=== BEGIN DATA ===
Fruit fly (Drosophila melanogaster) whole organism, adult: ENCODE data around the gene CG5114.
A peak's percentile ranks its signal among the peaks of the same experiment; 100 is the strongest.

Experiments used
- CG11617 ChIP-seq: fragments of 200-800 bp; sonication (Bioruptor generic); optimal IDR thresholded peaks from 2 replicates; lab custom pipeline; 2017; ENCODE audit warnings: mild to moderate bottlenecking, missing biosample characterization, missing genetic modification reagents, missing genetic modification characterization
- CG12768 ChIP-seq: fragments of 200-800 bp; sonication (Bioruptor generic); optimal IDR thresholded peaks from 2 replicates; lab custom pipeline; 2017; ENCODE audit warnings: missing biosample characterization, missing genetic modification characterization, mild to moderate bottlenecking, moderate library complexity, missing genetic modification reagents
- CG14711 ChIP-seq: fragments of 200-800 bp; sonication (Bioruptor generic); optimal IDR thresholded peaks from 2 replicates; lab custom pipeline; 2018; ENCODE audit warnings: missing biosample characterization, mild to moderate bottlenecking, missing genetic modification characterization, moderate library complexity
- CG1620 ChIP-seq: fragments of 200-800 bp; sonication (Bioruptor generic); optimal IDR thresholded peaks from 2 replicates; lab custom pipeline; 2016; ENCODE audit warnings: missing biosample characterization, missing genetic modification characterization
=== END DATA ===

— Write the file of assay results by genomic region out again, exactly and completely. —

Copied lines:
Fruit fly (Drosophila melanogaster) whole organism, adult: ENCODE data around the gene CG5114.
A peak's percentile ranks its signal among the peaks of the same experiment; 100 is the strongest.

Experiments used
- CG11617 ChIP-seq: fragments of 200-800 bp; sonication (Bioruptor generic); optimal IDR thresholded peaks from 2 replicates; lab custom pipeline; 2017; ENCODE audit warnings: mild to moderate bottlenecking, missing biosample characterization, missing genetic modification reagents, missing genetic modification characterization
- CG12768 ChIP-seq: fragments of 200-800 bp; sonication (Bioruptor generic); optimal IDR thresholded peaks from 2 replicates; lab custom pipeline; 2017; ENCODE audit warnings: missing biosample characterization, missing genetic modification characterization, mild to moderate bottlenecking, moderate library complexity, missing genetic modification reagents
- CG14711 ChIP-seq: fragments of 200-800 bp; sonication (Bioruptor generic); optimal IDR thresholded peaks from 2 replicates; lab custom pipeline; 2018; ENCODE audit warnings: missing biosample characterization, mild to moderate bottlenecking, missing genetic modification characterization, moderate library complexity
- CG1620 ChIP-seq: fragments of 200-800 bp; sonication (Bioruptor generic); optimal IDR thresholded peaks from 2 replicates; lab custom pipeline; 2016; ENCODE audit warnings: missing biosample characterization, missing genetic modification characterization